||BIRDS OF A FEATHER
Two sisters have to face a new life together after their husbands are jailed for armed robbery.
101 episodes of 30 minute duration. 6 specials. BBC. 1989-1998.
A rare treat on British television - a sitcom centred round three female characters who were the only regulars in a comedy that concentrated on sibling rivalry, class distinction and a very annoying next-door neighbour. Birds of a Feather became an almost overnight success and stayed on primetime television for 9 years.
The two main leads, Pauline Quirk and Linda Robson had been real-life friends since primary school, attended theatre school together and made their professional debuts in the 1970 movie Junket 89. As a teenager Quirk hosted three children's TV series: You Must Be Joking (1975), Pauline's Quirkes (1976) and Pauline's People (1978–79), the latter of which also featured Linda Robson. In 1982, the friends found themselves cast Shine on Harvey Moon, a successful comedy-drama series on the trials and tribulations of a London family in the immediate post-war years. Written by Laurence Marks and Maurice Gran, it was the writers first significant hit, and eventually led to them forming their own company, Alomo Productions. Birds of a Feather was the first series to appear under Alomo's banner.
Sharon Theodopolopoudos (Quirk) and her sister Tracey Stubbs (Robson) have taken different life paths. Sharon lives in a dilapidated Edmonton council flat in a high rise block with her shiftless waster of a husband Chris. The only time they communicate is when they hurl insults at each other, and this is almost constantly. Tracey, on the other hand, is married to successful business man Darryl and appears to have an idealic lifestyle. Together, Shaz and Daz have a son, Garth, who goes to public school, while they enjoy living in a house which they have named Dalentrace, complete with indoor sauna and swimming pool in the real-life Essex suburb of Chigwell, the 'millionaire row' for footballers, business men and the nouveau riche. However, the two sisters are suddenly and unexpectedly thrown together when their spouses are arrested for pulling an armed robbery together. For Sharon, Chris's part in the heist comes as no surprise. But for Tracey, the shock leaves her (in her own words) "totally gob-smacked!" Seeing an opportunity to move decidedly upmarket by moving in to Dalentrace, Sharon graciously puts aside her differences with Tracey, in order to offer support in her sister's hour of need. The move is expected to be temporary, whilst Daryll's lawyer goes to work on getting the case against the two villians dropped, but becomes permanent when each of them are sent down for 12 years.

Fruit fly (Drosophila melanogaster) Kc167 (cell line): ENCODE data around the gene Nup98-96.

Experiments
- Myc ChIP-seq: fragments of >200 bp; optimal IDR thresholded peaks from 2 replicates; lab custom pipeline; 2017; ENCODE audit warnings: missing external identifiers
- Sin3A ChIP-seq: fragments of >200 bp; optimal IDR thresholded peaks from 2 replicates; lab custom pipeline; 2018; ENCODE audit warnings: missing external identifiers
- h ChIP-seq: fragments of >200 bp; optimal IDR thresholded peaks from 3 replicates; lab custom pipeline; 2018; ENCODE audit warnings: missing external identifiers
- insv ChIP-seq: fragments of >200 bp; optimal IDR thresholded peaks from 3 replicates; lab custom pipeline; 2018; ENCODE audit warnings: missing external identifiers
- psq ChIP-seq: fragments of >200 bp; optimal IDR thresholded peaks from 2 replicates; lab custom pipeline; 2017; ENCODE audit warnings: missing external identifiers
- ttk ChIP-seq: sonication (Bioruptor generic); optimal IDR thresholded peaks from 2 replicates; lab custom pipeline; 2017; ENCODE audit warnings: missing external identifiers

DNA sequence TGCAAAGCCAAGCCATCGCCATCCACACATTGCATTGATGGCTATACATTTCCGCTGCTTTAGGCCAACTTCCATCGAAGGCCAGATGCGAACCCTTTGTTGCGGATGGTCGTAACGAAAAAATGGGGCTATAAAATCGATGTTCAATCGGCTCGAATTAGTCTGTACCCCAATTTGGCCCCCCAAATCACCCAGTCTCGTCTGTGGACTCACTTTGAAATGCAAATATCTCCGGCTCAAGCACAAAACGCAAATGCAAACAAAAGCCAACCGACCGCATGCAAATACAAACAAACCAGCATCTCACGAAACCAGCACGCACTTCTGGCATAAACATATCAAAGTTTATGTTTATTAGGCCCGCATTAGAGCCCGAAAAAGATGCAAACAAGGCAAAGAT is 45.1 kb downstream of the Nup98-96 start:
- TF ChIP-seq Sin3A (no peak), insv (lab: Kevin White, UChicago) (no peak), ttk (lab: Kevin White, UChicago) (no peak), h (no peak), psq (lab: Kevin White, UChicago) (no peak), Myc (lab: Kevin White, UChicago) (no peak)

In the midst of Sharon and Tracey's new sibling relationship, enters Tracey's nosey next door neighbour, Dorien. Aware of what has happened to Daryll, and always on the look-out for a juicy bit of gossip, Dorien, a snobbish, middle-aged, sex-obsessed (as long as it's not with her husband, Marcus), social climber, breezes in and out of Dalentrace as if it was her second home, and mocks Sharon about her weight and lack of social graces, whilst Sharon teases Dorien about her lifestyle and age. This relationship gradually gives way to a begrudging friendship. While the early episodes concerned itself more with the plight of the two sisters and how they deal with their husbands’ misdemeanours as well as their new, manless enforced lifestyle, the later seasons are more about the relationship of the three women.
Although the series was written for Quirk and Robson, Lesley Joseph, playing up her character's stereotypical Jewishness, became a surprise star in her own right, putting in some cracking performances as the sex-starved, self-obsessed, cheating, manipulating, Dorien. A classic British sitcom character in every sense. Sharon and Tracey (even down to their names) came to symbolise the pejorative stereotype, labelled somewhat harshly at times as 'Essex girl:' Brash, uninhibited women who had escaped working class backgrounds and were driven by materialistic possessions. A profile that became the source of numerous crude jokes in the so-called politically correct late 1980s and mid 1990s. Nonetheless, Birds of a Feather proved to be a huge success for all concerned and although the series finished in 1998 after eight seasons and numerous specials, Linda Robson confirmed in 2010 that a script has been written for a stage show, which all three actresses are keen to be involved with, but that this would depend on the availability of Pauline Quirke, who had just been contracted to Emmerdale for 6 months. Quirke herself announced that a touring version of Birds of a Feather would start in spring 2012.
Questions Site Information Contact
Return to Top of Page